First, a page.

Firewalls protect the gateway to your network and to your data and applications, and maintaining threat protection is essential.
The problem is that firewalls are pretty stupid – they are like a security guard on the door of a club, allowing in only those guests who are on the list and rejecting anyone who Is not.
The problem is that hackers and emerging threats have become much more sophisticated in gaining entry, and in addition, modern business networks are much more porous than they once were – there are now multiple entry points into a network, and firewalls can be bypassed.
Unified Threat Management (UTM) devices have been pioneered by companies such as Sophos, Checkpoint and Fortigate, to just name three. UTMs are simple to deploy and much easier to manage than traditional firewalls, but more than this, they have emerged as the cutting edge of modern threat protection and detection – they are also referred to as Next Generation Firewalls (NGFW).
The major next generation threats you need to consider are:
1. Web Application Control (WAC)
You may already be familiar with Web Access Control, which tackles what websites your staff are surfing to. By blocking classes of sites, e.g. porn or gambling, you minimize exposure to malicious code and malware being dropped onto the client machine, as well as maintaining staff productivity.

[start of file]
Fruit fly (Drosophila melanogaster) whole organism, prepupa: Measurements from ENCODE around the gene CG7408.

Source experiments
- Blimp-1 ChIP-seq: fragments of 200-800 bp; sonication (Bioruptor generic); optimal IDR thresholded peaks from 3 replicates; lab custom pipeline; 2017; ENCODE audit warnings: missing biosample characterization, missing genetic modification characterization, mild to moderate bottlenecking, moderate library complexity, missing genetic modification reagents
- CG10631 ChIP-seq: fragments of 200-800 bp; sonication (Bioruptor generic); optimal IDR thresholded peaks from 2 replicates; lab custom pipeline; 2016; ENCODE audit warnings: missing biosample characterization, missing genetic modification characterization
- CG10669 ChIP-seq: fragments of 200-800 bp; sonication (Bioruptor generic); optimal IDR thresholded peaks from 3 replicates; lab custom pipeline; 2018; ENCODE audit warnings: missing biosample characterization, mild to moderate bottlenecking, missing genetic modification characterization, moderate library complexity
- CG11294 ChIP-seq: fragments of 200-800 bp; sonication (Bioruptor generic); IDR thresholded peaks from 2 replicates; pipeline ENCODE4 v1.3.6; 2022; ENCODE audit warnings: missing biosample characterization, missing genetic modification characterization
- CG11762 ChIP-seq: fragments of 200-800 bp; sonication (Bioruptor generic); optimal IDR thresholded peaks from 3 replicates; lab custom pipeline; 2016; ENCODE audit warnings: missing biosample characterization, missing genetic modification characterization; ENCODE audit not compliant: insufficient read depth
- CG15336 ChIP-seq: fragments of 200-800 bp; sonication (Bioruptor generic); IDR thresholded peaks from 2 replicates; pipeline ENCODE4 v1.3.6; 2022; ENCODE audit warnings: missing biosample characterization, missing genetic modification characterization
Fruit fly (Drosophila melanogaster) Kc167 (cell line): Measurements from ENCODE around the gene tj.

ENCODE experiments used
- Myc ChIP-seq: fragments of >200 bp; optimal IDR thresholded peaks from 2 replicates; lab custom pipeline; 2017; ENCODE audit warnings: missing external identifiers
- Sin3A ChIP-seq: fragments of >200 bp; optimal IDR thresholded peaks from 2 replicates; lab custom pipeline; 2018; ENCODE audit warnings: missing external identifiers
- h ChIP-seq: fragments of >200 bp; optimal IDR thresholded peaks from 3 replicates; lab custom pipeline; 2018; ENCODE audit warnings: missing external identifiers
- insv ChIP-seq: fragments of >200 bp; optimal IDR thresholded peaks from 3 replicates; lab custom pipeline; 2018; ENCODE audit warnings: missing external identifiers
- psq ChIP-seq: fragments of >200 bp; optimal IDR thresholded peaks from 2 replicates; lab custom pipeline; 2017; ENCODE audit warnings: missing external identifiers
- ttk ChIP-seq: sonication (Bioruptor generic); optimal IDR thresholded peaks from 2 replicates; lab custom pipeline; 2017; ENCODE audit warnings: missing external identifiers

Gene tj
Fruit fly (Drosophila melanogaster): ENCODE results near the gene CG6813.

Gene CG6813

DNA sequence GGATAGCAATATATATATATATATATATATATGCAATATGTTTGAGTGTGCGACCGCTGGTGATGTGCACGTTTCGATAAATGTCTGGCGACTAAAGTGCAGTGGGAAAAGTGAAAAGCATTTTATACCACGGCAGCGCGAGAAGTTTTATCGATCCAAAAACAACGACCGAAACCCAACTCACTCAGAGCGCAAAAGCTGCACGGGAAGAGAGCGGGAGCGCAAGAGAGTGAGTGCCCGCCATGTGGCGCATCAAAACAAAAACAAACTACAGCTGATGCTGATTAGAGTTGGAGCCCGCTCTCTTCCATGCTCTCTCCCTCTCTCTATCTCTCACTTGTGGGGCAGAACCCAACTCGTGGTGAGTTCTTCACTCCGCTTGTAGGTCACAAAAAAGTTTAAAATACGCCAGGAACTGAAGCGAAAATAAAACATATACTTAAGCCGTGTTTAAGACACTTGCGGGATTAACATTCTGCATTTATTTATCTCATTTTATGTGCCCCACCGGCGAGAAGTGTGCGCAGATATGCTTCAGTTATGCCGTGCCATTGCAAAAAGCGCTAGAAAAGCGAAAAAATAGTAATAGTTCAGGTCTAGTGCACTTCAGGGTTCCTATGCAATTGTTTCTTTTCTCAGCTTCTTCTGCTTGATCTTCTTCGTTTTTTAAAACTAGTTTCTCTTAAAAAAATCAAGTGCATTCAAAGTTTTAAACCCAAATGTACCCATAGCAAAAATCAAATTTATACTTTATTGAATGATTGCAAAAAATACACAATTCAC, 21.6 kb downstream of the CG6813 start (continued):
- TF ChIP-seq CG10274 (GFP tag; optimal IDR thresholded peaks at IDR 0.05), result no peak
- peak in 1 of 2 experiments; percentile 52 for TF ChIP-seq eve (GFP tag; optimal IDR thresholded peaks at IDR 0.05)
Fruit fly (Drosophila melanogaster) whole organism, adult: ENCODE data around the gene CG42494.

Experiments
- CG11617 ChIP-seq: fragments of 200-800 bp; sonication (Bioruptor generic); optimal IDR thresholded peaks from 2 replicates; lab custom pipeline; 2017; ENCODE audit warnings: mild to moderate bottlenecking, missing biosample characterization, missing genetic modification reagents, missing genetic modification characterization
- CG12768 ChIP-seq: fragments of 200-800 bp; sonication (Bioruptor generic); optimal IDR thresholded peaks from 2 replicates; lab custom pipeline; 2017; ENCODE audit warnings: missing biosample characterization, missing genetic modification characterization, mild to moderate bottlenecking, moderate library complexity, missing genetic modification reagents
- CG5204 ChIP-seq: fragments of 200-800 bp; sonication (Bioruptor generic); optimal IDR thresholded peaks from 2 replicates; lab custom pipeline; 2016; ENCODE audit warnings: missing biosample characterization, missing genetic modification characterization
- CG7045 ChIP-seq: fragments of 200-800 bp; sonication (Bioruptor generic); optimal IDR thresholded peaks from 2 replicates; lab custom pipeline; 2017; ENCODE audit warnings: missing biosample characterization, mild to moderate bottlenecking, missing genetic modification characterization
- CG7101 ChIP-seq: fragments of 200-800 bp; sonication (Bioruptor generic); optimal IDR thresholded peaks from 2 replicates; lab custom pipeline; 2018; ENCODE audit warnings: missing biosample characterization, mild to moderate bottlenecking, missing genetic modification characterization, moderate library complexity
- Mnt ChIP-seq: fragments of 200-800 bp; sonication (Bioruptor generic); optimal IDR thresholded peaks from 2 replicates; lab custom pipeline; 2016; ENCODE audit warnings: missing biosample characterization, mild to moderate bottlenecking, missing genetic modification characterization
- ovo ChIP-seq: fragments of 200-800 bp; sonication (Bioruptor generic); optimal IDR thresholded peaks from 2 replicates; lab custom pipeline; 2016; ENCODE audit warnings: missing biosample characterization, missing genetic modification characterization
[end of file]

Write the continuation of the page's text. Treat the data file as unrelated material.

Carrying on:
WAC takes the concept even further, by refining your control over what websites are blocked and what can be accessed by staff. You may want to block all Social Media websites for example, but if your business is active on Facebook, you want access to that for your marketing and customer care. More than this, you will also want to stop downloads from the web if they are of a malicious character, and this has been a major emerging threat with phishing and browser drive-by downloads of malware and malicious packages.
2. URL Filtering
We all experience downloads from web urls we visit – for the most part this is benign in the form of cookies, but just as a benign cookie may be easily downloaded without your knowledge, so can malicious code.
URL filtering allows for control over what websites your staff can visit, and also control what they actually can do when they are on permissible websites.
3. HTTPS Data Filtering
Modern SSL connections encrypt data to protect the contents from undesirable, third-party snoopers. But just as third-parties cannot see what is contained within the data stream, neither can your firewall and this means malicious code can be encrypted, passed through the firewall and then decrypted and is ready to run as a malicious executable.
Your firewall needs to be able to identify threats and malware even when they are encrypted, in order to protect your data and network integrity.
4. Intrusion Detection System (IDS)
Intrusion Detection or Intrusion Protection Systems actively and continuously monitor your network for signs of threats and suspicious activity. If they detect suspicious activity, they will isolate and shut down the threat, and immediately report the event to whoever is managing your network security and create a log of the event for reporting purposes.
Jensen Carlyle is a technology and data security expert, currently reviewing firewall products and developments for Swift Systems.